It was Mahasi Sayadaw’s hope that the followers of his method would later deepen their concentration through samatha meditation.

Another difference is the emphasis on morality.

While both teachers recognize the importance of a virtuous life, U Ba Khin places more emphasis on morality as the basis for successful meditation practice.

Vipassana According to Us

As mentioned, the practice of vipassanā meditation is in principle not tied to a religious or cultural background.

Whoever you are, wherever you come from and whatever you believe, vipassanā can help you get a deeper understanding of the essence of life.

It is not withour reasons that vipassanā forms the basis for the modern secular mindfulness movement, in which parts of the method are completely disconnected from the original framework.

At its core, however, vipassanā is part of the Buddhist path of morality, concentration and wisdom.

And it is through this path as a whole that real understanding becomes possible.

To develop morality (sīla), practitioners are instructed to refrain from killing, stealing, sexual misconduct, wrong speach, and the use of intoxicants.

With this moral code of conduct, you cultivate an ethical life and create the conditions for strong concentration.

Concentration (samādhi) is developed through the practice of samatha meditation (concentration meditation), in which you focus your mind on a single meditation object.

The goal of developing concentration is to achieve ever deeper stillness and calmness.

In our opinion, this calmness is a prerequisite for practicing vipassanā meditation to the deepest level.

With morality and concentration as a foundation, insight can be gained by investigating the nature of reality.

Vipassanā meditation is this investigation.

With the awuired stillness and calm and with full attention you can observe, with ever increasing power, the continuous, lightning-fast process of the arising and decay of physical and mental phenomena, completely in the present moment.

The result of this investigation is wisdom, seeing from one’s own experience the impermanence (anicca) of phenomena and the self-less character (anattā) of this process.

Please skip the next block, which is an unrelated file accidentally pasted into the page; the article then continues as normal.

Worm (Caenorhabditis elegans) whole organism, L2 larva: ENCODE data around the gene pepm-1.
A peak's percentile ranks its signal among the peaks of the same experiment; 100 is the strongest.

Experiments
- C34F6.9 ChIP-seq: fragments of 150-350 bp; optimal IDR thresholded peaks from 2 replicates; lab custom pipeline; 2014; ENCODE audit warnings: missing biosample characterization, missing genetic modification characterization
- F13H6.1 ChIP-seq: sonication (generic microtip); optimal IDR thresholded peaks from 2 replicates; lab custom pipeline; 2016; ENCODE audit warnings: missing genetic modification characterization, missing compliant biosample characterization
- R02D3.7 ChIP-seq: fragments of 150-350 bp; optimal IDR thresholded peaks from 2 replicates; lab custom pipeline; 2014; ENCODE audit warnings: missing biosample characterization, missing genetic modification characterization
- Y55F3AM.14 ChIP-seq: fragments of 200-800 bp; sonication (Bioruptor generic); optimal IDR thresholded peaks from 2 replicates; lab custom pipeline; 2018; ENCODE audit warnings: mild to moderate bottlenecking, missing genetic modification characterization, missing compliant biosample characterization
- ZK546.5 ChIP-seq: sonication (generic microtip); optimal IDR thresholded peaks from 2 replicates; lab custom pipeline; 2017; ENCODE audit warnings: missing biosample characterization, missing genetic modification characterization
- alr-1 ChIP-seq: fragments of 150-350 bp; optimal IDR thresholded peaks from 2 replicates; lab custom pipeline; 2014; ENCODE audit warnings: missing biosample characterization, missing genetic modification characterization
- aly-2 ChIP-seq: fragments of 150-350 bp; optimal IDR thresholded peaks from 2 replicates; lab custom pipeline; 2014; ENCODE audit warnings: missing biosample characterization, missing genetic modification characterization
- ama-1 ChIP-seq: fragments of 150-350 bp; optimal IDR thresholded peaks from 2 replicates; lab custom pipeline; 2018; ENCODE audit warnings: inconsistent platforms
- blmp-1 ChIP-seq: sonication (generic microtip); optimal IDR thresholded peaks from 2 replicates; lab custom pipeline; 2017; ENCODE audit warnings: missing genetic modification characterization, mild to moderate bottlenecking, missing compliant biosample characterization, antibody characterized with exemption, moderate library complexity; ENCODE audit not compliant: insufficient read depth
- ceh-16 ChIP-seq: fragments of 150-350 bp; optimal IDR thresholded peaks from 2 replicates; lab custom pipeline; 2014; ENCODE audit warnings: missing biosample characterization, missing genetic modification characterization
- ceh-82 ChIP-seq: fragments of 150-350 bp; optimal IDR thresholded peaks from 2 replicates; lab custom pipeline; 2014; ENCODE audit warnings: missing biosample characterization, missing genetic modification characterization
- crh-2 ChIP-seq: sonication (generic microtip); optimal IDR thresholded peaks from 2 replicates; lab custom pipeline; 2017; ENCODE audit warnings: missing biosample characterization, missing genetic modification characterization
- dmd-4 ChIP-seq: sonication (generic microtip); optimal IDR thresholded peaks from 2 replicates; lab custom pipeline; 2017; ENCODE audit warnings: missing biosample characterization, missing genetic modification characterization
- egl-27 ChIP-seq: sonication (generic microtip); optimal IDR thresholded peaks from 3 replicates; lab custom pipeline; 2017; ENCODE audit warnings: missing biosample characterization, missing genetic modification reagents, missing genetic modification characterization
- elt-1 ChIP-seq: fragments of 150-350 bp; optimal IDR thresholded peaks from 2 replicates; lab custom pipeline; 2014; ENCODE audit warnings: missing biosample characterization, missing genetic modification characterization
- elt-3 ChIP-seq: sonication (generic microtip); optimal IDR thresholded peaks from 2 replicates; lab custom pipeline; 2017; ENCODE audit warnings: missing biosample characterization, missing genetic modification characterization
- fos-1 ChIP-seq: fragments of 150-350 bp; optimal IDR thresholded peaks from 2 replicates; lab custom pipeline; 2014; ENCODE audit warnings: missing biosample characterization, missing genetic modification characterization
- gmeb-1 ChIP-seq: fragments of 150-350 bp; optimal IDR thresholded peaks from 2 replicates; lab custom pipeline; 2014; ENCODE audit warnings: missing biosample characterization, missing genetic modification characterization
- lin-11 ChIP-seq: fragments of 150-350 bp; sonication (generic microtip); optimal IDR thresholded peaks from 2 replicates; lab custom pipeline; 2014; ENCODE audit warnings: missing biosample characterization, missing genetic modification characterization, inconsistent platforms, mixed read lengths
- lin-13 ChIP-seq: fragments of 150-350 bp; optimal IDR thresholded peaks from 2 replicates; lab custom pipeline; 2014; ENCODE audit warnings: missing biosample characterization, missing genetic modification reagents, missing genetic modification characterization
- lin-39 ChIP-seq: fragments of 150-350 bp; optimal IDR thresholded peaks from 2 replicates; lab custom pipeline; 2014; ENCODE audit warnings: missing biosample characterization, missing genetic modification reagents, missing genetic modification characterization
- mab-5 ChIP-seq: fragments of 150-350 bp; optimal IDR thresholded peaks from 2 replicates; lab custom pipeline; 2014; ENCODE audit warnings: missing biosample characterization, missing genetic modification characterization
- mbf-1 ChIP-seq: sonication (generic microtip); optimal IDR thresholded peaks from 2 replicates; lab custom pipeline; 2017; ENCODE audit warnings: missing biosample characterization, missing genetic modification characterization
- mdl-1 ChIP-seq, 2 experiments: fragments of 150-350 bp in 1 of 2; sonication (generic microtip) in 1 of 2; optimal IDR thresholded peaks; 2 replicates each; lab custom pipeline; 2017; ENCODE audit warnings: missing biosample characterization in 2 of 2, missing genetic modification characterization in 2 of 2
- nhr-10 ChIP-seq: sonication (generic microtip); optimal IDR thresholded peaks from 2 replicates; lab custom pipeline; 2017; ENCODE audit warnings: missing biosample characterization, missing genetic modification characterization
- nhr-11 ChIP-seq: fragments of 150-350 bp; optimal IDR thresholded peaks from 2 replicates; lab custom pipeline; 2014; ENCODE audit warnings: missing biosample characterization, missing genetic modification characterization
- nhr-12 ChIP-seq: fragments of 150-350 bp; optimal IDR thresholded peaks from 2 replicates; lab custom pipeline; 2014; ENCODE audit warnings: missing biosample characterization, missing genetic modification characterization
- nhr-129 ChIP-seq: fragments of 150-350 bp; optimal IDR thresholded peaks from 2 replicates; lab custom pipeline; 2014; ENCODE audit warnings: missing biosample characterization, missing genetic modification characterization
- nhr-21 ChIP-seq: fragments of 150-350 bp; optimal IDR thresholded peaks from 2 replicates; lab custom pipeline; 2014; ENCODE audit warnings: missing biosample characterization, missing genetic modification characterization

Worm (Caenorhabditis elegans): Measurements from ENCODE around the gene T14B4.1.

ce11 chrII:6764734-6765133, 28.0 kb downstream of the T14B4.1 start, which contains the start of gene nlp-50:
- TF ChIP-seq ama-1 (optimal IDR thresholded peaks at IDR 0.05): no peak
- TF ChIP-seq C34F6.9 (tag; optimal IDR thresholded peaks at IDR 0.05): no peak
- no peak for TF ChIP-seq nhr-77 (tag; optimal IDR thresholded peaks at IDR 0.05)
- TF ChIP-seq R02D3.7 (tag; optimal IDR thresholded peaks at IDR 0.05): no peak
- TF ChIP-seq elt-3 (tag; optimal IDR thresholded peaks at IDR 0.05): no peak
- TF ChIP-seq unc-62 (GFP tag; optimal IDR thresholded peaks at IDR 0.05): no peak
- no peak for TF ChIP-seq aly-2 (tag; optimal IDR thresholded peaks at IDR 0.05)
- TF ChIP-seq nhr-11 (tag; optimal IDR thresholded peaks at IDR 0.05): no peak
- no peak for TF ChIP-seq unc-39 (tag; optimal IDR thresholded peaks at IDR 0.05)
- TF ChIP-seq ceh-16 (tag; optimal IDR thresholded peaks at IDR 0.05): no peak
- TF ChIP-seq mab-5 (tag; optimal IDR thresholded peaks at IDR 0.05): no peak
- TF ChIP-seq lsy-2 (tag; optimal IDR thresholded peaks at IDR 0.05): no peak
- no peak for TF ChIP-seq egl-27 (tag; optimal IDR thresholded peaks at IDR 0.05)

The Need for Concentration

As you can see, like U Ba Khin and Ledi Sayadaw, we emphasize for him the importance of morality and especially concentration as a condition for vipassanā.

We actually go further then these two great teachers.

The practice of vipassanā meditation requires a sustained and focused effort to be able to continuously observe the current moment-experience.

By nature, however, the mind is easily distracted and inclined to wander, trapped in the flow of thoughts and emotions.

Concentration allows the meditator to keep the attention on the moment-experience and examine it in complete silence and objectivity.

There are several techniques that can be used to develop concentration, such as focusing on the breath, a mantra, or visualizing a particular object.

We use the mantra buddho, a reference to the qualities of the Buddha (buddhānussati).

The most important underlying aspect of concentration is the ability to keep the mind one-pointedly focussed on your meditation object, for as long as you want, consistently and completely equanimous.

This is not a matter of taking a few minutes of deep breaths or spending a few days of a retreat on developing concentrating. For most people, this requires years of directed effort.

As much as you want to get started with vipassanā right away, first you will have to develop the ability of your mind to concentrate.

It is concentration that ensures that your consciousness is powerful, still and refined enough to see things as they are.

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Buddha, Dhp 276